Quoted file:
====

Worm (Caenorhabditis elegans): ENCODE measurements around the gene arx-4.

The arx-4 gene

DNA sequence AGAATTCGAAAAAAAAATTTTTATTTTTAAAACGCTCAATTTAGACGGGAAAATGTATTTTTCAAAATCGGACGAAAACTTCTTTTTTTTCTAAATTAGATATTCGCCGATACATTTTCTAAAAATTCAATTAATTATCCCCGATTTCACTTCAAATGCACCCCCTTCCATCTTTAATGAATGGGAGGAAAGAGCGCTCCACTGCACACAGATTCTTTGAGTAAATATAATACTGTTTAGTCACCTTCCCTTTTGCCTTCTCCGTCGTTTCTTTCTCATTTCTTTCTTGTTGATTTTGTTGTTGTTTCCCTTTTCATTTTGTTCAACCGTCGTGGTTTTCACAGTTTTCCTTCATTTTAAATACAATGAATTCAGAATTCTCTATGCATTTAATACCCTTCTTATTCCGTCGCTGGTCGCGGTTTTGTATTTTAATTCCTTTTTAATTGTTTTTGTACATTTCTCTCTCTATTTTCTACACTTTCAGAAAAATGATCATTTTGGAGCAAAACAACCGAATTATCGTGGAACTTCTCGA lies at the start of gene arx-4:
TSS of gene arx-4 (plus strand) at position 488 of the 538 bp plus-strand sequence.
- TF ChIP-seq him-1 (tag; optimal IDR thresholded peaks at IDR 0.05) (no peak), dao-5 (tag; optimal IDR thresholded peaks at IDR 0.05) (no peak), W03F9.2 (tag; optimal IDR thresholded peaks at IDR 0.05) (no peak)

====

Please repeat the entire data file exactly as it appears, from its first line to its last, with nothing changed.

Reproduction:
Worm (Caenorhabditis elegans): ENCODE measurements around the gene arx-4.

The arx-4 gene

DNA sequence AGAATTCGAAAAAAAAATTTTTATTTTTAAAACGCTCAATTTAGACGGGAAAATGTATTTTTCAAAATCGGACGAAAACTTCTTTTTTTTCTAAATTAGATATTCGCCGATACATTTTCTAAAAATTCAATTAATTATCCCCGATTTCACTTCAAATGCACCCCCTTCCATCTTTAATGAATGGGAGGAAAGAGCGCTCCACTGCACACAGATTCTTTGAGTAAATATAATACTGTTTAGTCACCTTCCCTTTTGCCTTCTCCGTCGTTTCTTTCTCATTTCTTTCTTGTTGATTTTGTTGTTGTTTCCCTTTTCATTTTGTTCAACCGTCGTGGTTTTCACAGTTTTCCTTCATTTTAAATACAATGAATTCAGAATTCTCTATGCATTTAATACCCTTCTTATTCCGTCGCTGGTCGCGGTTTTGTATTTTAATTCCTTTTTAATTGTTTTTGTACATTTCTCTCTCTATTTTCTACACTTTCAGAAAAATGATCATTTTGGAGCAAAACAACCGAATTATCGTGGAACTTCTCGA lies at the start of gene arx-4:
TSS of gene arx-4 (plus strand) at position 488 of the 538 bp plus-strand sequence.
- TF ChIP-seq him-1 (tag; optimal IDR thresholded peaks at IDR 0.05) (no peak), dao-5 (tag; optimal IDR thresholded peaks at IDR 0.05) (no peak), W03F9.2 (tag; optimal IDR thresholded peaks at IDR 0.05) (no peak)